TCM Summer Under the Stars: Day Seven — Sylvia Sidney

The saddest eyes in Hollywood.

I was introduced to Sylvia Sidney in the 1980s, in television programs like Ryan’s Hope and Starsky and Hutch, and Do Not Fold, Spindle or Mutilate. It wasn’t until years later that I discovered her classic movies… and what a discovery! She was known, for a time, as the actress with the “saddest eyes in Hollywood,” and she was seen in a spate of films where those sad eyes came in handy, as she was usually facing some sort of hardship or tragedy. Still, she was appreciated and recognized for her outstanding acting talent; of her impact, author James Baldwin once said, “She was the only American film actress who reminded me of reality.”


In her youth.

Sylvia Sidney was born Sophia Kosow in the Bronx, New York, on August 8, 1910. Her father was born in Russia and her mother was a native of Romania; they divorced shortly after their daughter’s birth. Her mother later remarried, and the future actress was adopted by her father, Sigmund Sidney. In an effort to combat her shyness and a developing stammer, Sidney’s parents encouraged her to take up acting, and she decided at an early age that she wanted to be an actress. When she was 15 years old, she enrolled in the Theater Guild’s School for Acting, where she trained with director Rouben Mamoulian and famed thespians Alfred Lunt and Lynn Fontanne.

Sidney got her first big break when one of her school productions, held in a Broadway theater, was attended by a New York Times critic, who raved about her performance. A short time later, at the age of 16, she made her professional debut in The Challenge of Youth at the Poli’s Theatre in Washington, D.C., and she debuted on Broadway just a year later, in The Squall.

After appearances in several other stage productions, Sidney caught the attention of a Hollywood talent scout and was seen for the first time on the big screen in the 1929 feature Thru Different Eyes, starring Edmund Lowe and Warner Baxter.


  • In one of the plays Sidney was in before starting her screen career, her co-stars were fellow future screen stars Kay Francis, Chester Morris, and Robert Montgomery.

    Sidney and her second husband, Luther Adler, in Jane Eyre.

  • Sidney signed a contract with Paramount after studio exec B.P. Schulberg saw her in a Broadway play. Sidney went on to have an affair with the very married Schulberg; years later, his son, screenwriter Budd Schulberg wrote a memoir in which he recalled going to Sidney’s house and demanding that his father come home.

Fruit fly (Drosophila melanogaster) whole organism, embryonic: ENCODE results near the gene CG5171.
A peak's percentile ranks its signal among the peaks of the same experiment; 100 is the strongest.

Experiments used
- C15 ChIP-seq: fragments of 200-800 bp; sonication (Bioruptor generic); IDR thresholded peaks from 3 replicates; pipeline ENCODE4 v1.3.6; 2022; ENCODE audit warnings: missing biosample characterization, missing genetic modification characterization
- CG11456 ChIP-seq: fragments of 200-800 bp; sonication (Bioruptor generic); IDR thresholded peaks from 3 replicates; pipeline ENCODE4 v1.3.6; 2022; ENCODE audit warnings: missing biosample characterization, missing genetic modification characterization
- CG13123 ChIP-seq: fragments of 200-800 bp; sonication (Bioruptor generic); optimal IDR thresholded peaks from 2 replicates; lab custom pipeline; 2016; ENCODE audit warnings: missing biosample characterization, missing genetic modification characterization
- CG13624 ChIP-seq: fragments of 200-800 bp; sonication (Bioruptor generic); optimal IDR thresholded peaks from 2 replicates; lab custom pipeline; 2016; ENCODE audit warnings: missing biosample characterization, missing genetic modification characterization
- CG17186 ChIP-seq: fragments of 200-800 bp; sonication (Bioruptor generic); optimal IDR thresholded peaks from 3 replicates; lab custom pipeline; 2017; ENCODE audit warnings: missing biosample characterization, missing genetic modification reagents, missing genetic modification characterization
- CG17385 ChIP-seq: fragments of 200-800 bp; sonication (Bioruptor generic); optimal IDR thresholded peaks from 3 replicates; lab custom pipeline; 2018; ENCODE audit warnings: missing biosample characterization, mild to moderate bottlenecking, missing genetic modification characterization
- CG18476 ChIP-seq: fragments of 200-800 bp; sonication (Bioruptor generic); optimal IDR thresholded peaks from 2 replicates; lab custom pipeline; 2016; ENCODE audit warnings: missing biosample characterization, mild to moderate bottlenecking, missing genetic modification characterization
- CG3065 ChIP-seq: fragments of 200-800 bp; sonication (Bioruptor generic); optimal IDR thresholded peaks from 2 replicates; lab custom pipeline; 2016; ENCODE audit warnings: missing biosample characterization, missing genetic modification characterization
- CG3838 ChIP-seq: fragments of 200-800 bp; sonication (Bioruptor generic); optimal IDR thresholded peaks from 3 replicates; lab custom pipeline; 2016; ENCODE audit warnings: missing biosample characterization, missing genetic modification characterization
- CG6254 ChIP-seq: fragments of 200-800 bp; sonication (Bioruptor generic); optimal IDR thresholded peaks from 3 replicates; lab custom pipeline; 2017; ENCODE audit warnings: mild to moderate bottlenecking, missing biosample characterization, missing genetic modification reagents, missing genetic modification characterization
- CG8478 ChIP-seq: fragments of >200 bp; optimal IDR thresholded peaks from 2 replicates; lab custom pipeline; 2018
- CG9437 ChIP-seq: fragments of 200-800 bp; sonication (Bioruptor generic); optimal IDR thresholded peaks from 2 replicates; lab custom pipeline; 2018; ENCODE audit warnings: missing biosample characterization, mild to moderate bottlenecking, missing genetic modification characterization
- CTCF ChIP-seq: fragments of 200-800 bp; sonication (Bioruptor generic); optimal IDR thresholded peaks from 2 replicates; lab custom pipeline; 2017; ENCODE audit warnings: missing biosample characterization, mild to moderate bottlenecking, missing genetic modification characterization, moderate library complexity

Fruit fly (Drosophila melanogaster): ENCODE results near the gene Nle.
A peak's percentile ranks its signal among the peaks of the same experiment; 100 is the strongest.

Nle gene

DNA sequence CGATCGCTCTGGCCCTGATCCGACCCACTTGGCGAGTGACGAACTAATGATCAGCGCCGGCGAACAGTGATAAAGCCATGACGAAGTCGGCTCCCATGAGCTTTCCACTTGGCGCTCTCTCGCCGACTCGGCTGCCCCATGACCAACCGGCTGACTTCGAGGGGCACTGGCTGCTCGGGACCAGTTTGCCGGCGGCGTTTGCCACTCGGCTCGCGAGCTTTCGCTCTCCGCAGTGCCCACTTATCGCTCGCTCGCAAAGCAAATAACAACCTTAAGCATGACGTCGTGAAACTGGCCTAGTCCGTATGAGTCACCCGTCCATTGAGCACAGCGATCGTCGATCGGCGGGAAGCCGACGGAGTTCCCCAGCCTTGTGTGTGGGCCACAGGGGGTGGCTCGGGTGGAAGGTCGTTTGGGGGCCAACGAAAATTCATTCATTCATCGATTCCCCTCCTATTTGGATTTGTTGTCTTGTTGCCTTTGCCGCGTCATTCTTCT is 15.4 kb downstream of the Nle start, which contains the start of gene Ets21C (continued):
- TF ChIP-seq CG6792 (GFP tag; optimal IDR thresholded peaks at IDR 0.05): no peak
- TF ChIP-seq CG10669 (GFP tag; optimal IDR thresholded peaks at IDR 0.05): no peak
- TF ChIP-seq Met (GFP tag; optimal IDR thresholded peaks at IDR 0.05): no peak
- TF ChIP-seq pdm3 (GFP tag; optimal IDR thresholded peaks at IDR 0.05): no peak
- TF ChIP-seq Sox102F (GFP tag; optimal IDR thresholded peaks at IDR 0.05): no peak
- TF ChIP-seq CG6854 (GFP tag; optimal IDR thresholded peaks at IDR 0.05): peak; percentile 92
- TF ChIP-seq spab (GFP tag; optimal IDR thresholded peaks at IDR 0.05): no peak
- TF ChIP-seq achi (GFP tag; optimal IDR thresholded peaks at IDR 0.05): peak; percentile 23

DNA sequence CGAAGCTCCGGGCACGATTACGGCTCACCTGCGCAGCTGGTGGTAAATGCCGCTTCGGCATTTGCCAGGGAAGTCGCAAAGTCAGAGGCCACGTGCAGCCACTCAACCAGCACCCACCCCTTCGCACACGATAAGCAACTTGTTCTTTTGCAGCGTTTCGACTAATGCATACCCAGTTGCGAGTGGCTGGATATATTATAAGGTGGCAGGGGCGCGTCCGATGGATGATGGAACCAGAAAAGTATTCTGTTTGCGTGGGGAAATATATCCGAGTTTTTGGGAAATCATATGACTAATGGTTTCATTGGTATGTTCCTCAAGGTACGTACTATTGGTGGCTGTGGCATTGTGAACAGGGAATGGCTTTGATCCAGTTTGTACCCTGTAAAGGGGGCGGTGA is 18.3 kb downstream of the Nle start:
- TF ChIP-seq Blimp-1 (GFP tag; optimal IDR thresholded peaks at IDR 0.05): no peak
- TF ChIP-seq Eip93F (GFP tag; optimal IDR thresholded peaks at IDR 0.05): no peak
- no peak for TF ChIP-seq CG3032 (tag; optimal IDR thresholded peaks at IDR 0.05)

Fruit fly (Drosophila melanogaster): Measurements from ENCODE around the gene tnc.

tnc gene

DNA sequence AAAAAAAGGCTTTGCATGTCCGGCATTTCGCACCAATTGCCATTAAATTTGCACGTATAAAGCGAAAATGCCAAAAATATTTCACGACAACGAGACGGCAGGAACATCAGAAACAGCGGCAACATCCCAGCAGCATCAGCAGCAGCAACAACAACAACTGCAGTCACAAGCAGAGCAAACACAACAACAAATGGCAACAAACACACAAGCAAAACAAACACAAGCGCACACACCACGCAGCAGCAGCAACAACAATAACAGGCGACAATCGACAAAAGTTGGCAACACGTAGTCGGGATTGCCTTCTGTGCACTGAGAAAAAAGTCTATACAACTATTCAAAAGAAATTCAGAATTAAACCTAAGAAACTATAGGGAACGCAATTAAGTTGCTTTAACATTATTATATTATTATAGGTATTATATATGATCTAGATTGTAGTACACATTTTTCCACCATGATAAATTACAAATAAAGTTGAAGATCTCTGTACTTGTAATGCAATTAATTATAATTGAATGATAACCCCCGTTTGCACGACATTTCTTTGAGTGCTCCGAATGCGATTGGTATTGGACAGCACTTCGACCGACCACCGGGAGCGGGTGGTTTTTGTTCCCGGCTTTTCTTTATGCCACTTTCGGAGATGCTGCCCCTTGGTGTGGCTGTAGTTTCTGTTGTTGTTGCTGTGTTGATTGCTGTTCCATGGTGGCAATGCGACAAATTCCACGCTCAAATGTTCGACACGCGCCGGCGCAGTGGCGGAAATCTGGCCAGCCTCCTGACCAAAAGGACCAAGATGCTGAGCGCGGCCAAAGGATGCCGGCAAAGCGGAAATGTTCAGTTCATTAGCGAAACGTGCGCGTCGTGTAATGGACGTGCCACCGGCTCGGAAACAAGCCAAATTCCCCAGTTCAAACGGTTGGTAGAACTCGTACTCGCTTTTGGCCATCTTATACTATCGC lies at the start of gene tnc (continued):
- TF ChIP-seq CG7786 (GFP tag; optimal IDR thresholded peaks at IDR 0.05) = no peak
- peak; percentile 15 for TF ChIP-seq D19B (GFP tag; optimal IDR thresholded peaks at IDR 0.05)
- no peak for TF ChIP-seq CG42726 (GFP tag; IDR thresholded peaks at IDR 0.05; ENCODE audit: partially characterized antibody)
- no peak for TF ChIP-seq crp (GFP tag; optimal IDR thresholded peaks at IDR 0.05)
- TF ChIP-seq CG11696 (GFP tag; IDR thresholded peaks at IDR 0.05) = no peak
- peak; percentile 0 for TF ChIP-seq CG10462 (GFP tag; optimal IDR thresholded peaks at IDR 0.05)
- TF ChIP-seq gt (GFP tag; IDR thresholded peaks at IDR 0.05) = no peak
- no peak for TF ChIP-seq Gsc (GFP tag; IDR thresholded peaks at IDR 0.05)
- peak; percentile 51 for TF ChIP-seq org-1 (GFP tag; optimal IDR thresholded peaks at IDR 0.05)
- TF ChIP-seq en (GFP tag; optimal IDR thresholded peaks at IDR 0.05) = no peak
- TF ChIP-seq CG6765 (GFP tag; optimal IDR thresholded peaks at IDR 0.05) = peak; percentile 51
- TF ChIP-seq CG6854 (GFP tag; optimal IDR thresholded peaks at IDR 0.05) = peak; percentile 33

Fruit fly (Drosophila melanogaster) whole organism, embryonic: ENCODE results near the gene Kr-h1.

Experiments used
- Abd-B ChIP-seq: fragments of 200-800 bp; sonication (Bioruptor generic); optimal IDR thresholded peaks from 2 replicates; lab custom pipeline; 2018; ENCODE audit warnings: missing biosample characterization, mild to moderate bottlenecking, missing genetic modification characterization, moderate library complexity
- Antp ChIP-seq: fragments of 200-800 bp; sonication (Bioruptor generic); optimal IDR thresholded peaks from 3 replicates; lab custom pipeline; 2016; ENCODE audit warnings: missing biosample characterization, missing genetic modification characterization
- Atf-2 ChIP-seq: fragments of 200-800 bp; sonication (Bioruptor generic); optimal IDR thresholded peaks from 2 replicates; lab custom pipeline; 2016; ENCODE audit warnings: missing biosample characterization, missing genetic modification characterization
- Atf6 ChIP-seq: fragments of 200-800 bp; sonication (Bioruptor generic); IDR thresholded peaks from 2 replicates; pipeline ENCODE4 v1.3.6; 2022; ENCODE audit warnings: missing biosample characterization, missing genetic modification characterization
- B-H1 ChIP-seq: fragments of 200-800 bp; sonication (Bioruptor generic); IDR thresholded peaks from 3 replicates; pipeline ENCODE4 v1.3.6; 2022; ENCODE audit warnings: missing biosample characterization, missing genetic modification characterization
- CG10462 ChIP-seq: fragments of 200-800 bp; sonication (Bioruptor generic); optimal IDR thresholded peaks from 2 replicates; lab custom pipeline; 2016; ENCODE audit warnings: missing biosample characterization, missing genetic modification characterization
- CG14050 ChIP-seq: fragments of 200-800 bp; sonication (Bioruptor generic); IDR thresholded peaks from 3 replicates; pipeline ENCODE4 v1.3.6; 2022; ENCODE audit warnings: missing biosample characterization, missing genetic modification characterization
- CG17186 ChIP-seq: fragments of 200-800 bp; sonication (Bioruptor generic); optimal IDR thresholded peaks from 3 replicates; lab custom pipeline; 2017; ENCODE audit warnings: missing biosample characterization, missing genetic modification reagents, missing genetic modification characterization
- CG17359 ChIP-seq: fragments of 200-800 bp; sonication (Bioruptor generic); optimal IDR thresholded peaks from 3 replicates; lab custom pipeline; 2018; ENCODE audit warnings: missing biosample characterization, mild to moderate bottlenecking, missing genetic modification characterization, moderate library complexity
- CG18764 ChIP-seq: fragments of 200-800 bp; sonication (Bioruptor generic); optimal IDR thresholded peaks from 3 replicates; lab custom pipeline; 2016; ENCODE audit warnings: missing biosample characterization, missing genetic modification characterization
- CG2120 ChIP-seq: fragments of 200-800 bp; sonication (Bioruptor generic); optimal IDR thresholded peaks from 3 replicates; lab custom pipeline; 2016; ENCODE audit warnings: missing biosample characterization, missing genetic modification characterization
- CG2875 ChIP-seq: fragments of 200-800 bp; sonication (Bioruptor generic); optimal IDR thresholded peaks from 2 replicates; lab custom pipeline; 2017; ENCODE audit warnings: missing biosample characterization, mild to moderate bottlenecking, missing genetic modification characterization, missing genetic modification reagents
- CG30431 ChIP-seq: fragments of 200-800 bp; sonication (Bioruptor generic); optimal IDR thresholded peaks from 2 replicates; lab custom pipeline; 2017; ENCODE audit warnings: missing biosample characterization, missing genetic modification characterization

• Sidney was married three times; her first husband was Bennett Cerf, co-founder of the Random House publishing company who later gained widespread popularity as a panelist on the What’s My Line? game show. Her second husband was actor Luther Adler, part of the famed Adler acting family.
  • Sidney continued to act up until the year before her death. One of her last roles was in the Tim Burton-directed sci-fi comedy Mars Attacks (1996).
  • In 1936, Sidney starred in Sabotage, directed by Alfred Hitchcock. Her experience with the famed director wasn’t a positive one, however. She later said that Hitchcock taught her “to be a puppet and not be creative.”


Don’t miss Street Scene.

Since my two favorite Sylvia Sidney films – Merrily, We Go to Hell (1932) and Jennie Gerhardt (1933) – aren’t airing on Sidney Day, selecting my recommendation was a breeze: Street Scene (1931). Most of the action in the film takes place on a single street in New York – hence, the name – looking at the lives, loves, and losses of the various residents there. Sidney is Rose Maurrant, who is sought after by her married boss and the Jewish college boy who lives in her building, and whose unhappy mother is having an affair. It’s a fascinating film, weaving together all of the different personalities and storylines in a most riveting manner.

If you’re a fan of pre-Code, you’re not going to want to miss this one.

And join me tomorrow for Day 8 of Summer Under the Stars!

~ by shadowsandsatin on August 7, 2020.

7 Responses to “TCM Summer Under the Stars: Day Seven — Sylvia Sidney”

  1. Street Scene is thrilling. Vidor makes it a true film but I still get the feeling of watching the original Pulitzer play.

    In 1947 Anne Jeffreys starred on Broadway as Rose in a musical version of Street Scene with the songs by Kurt Weill and Langston Hughes.

    The above information leads to my choice for Sylvia Sidney day. If you haven’t yet seen You and Me, 1938 this Fritz Lang crime/romance/melodrama/Runyonesque tale with songs by Kurt Weill will be a treat.

  2. This film doesn’t enter the conversation often, but I adored her as the croaky-voiced receptionist in the afterlife in Beetlejuice.

  3. Just a little FYI: Jimmy Cagney loved her; she was the only actor who could converse with him in Yiddish.

  4. […] Day 7: Sylvia Sidney […]

Leave a Reply

Fill in your details below or click an icon to log in: Logo

You are commenting using your account. Log Out /  Change )

Google photo

You are commenting using your Google account. Log Out /  Change )

Twitter picture

You are commenting using your Twitter account. Log Out /  Change )

Facebook photo

You are commenting using your Facebook account. Log Out /  Change )

Connecting to %s

%d bloggers like this: